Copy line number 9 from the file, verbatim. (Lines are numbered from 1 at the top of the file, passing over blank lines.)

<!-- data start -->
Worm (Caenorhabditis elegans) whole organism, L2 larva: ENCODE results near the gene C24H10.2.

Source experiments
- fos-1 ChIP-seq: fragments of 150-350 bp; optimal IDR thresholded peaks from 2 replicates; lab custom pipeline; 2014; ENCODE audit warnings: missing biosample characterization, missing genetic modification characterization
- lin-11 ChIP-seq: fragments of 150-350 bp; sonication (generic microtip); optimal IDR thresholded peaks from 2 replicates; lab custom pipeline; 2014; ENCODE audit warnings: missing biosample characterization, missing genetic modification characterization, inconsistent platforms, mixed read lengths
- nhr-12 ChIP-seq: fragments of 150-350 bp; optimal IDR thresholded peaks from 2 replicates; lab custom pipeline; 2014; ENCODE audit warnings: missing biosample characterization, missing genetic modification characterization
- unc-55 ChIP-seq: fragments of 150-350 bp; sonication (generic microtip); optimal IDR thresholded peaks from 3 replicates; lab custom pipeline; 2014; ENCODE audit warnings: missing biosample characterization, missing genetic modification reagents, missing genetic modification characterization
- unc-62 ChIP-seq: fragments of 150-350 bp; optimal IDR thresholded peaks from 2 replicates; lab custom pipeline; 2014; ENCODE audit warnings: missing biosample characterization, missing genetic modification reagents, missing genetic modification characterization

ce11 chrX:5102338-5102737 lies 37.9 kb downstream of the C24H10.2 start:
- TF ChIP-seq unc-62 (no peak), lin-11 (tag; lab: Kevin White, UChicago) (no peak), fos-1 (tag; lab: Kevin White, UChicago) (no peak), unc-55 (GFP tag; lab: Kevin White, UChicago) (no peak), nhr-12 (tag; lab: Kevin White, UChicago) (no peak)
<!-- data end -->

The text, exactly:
- TF ChIP-seq unc-62 (no peak), lin-11 (tag; lab: Kevin White, UChicago) (no peak), fos-1 (tag; lab: Kevin White, UChicago) (no peak), unc-55 (GFP tag; lab: Kevin White, UChicago) (no peak), nhr-12 (tag; lab: Kevin White, UChicago) (no peak)